We woke up to a young German couple, that wasn’t there when we went to bed, sleeping in our room too. We talked as much as we could with them, ate breakfast and headed out to the military museum, which is housed in the Alcazar of Toledo. Since it is free on Sundays a long line forms so, we left without the German couple, although they said they were coming with us. By the time they got to the museum a line of about 200 people had formed behind us and the other 75 people ahead of us. The museum is interesting architecturally. Some ruins have been left and they built around them; inside there are glass floors so you can see the Roman ruins underneath.
The museum houses a rotating exhibit plus a permanent exhibit. The rotating one was about the Bosnian war from the early 1990’s which explained about Spain’s role. The Permanent exhibit was a chronologically organized walk through Spain’s history; which is accompanied by tons of swords, guns, uniforms, pictures and videos; it occupies 3 full floors and took us a few hours to get through.
I was still left uninformed as to WHY the Spanish civil war started in the first place. I read several places in the museum that a civil war was started between the Republicans and Franco’s Nationalists because of a coup; but why was a coup exercised besides the obvious desire for power.
After we left the museum grabbed some tapas at Enebro a neat little place with a huge palm tree. Daniel headed back to Segovia since he has to teach Monday. Sunday the Cathedral opens for FREE to Spanish Residents at 2pm… I AM A RESIDENT! After waiting a half hour I got a ticket and went in. This place in unbelievable! The columns enormous the arches and ceiling was enormous; everything was to epic proportions and coated in carvings and gold and silver leaf. One pipe organ was not enough so they installed two, the gold and silver didn’t shine bright enough so they put an oculus in the roof to let in a column of light at around 1pm (I missed the spectacle) . There is also a museum housing about 15 paintings by “El Greco” some by L. Tristan and several other famous painters.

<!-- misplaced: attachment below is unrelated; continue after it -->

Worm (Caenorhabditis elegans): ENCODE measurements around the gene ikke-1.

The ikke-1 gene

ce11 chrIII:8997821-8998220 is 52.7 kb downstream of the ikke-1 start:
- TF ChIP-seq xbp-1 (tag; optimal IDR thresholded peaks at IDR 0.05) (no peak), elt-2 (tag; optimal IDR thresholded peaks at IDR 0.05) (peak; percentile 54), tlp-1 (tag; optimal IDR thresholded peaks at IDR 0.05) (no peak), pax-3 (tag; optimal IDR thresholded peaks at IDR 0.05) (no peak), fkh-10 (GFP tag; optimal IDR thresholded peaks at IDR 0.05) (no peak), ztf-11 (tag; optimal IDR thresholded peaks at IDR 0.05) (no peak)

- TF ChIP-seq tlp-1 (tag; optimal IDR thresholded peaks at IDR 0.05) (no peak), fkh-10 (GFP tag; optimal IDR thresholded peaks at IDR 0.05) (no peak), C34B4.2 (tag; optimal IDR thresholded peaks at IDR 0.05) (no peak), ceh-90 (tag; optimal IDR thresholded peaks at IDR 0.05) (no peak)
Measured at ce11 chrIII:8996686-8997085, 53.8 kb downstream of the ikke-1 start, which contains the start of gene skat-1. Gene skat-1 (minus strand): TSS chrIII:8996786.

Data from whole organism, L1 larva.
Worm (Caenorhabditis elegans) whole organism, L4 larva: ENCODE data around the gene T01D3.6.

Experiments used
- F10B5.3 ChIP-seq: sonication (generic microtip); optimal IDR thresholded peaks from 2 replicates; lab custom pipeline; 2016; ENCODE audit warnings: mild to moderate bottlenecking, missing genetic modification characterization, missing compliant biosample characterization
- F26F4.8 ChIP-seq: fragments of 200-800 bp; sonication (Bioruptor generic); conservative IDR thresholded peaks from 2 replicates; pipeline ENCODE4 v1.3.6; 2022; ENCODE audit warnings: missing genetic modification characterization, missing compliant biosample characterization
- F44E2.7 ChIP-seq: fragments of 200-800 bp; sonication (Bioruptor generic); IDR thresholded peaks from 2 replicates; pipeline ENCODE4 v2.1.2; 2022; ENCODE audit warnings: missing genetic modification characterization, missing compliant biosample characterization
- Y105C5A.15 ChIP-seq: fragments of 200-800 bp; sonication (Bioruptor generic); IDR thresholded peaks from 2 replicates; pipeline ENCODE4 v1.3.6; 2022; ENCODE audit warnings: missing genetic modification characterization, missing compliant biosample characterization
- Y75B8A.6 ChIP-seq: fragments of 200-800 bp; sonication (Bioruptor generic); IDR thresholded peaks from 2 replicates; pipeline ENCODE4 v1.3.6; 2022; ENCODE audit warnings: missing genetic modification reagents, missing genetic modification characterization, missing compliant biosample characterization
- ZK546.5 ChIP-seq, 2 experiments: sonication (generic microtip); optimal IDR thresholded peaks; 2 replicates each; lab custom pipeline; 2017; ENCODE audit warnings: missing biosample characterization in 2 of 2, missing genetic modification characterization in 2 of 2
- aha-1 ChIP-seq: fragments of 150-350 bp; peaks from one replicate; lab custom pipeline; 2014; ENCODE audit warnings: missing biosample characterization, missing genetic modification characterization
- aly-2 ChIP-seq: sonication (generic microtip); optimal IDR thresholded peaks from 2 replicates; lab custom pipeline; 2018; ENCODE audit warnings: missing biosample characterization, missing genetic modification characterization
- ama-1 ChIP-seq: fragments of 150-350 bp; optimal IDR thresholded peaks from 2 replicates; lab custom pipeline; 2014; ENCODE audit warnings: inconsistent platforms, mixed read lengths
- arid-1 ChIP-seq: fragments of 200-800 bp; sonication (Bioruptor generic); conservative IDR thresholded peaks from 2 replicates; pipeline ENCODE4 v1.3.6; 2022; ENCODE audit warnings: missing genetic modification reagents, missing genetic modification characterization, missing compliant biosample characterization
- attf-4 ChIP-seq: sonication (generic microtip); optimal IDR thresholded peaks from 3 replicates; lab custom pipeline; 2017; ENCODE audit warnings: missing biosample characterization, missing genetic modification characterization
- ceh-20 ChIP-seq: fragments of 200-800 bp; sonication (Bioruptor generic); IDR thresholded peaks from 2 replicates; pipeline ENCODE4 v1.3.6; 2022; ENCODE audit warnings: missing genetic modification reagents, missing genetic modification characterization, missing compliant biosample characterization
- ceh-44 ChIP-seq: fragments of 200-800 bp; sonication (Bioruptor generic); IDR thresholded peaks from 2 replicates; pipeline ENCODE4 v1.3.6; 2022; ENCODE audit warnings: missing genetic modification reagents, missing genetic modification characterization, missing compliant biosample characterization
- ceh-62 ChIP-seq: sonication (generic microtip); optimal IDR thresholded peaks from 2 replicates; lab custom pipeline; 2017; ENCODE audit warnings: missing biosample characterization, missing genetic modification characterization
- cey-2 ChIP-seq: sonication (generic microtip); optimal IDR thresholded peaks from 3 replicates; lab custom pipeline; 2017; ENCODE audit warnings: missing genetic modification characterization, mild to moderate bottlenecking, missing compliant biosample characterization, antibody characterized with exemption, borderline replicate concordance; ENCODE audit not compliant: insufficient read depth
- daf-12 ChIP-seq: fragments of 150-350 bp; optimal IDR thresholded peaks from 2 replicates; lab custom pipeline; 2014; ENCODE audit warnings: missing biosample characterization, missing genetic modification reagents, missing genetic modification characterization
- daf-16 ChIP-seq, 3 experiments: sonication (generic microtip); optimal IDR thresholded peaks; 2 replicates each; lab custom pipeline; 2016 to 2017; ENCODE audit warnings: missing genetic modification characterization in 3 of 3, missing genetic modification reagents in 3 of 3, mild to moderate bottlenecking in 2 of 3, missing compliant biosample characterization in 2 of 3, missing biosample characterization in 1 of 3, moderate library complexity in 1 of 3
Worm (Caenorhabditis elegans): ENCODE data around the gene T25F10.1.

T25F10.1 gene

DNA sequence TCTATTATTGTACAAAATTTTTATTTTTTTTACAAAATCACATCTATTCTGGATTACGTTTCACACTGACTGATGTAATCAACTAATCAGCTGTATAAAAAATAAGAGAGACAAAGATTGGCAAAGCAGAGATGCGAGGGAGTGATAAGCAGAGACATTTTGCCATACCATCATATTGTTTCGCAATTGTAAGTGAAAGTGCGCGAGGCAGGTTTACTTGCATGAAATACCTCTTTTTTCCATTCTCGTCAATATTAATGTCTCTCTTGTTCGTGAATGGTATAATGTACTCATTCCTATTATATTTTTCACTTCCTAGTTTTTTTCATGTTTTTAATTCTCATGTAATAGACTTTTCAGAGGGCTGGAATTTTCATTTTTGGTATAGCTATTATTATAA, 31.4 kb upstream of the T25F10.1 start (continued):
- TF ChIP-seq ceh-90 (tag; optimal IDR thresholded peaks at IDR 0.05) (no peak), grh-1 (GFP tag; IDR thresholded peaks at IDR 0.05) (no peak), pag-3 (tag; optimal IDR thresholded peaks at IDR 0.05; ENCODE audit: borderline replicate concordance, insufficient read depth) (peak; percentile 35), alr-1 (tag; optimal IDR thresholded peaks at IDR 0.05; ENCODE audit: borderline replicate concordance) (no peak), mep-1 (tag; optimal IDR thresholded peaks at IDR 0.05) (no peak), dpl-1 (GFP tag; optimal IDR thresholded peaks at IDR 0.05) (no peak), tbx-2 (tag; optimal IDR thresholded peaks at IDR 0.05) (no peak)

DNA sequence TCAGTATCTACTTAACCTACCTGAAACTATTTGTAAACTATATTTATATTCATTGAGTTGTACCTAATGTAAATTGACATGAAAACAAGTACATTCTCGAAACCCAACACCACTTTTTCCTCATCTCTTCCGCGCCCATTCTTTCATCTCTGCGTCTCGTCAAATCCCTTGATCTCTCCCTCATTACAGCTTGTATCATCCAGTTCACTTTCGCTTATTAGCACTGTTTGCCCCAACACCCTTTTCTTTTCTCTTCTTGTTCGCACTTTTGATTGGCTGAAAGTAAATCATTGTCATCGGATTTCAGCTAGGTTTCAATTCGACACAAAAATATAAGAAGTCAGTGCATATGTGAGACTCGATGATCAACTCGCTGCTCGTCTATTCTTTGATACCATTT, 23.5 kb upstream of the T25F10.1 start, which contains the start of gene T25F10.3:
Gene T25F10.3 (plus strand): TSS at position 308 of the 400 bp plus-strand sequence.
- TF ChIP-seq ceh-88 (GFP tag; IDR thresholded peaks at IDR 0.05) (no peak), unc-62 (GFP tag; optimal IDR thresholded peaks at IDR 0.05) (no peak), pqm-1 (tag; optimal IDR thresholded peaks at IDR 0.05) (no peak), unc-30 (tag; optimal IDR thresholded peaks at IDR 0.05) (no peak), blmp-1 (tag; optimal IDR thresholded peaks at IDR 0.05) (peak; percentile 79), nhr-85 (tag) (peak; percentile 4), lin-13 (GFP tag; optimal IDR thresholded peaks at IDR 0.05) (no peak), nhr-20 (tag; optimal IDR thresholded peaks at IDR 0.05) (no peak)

I went back to the hostel to get my guide book from my room and ended up talking to the owner / manager about the cathedral. I told him that I can now understand how people believe the story of an all powerful god…. Imagine having worked on a farm your entire life to one day come to the city and see this massive building filled with riches. I don’t think that the human mind could have made sense of that sight; their only rationale would have been a superhuman force.
When I passed by the cathedral again I bought a copy of a red book “Toledo: it’s art and it’s culture”, and decided I would go on a hike around Toledo. Toledo is surrounded on three sides by the Tajo River, which sits in a gorge. At one point along the hike I saw some people repelling down a big rock face, at another I saw some men fishing but they reported that they hadn’t caught anything. They were using corn as bait… some things don’t change.
Along the path you get a really nice view of both the San Martin bridge (from the 14th century) and the Alcantara bridge (Roman: from the Middle Ages).
I was hungry so I stopped in a Chinese place and got some food to go. I set my book on the stool next to me while I was waiting and walked out without it.
After I ate I met 3 Americans who were just checking in. All three are doing a study abroad in Granada and were visiting during one of their breaks. After they settled in we went out to get some food at a restraunt called Trebol that the hostel manager kept recommending. The place was packed but we walked in and found an open table, but were promptly removed and told to wait to be seated. After waiting a while we took up another table and were asked to wait… again. After waiting for about 10 minutes with no result and others being seated after arriving after us we just left…. don’t go there. Went to a much more mellow place and got a nice table on the terrace. Aaron, Erin and Julianne were all really cool. We discussed some of their experiences with Andalucian Spanish, which makes me question if I really want to go there if I stay a second year. Experienced Tinto de Verano in a glass bottle like it were a soda and called it a night.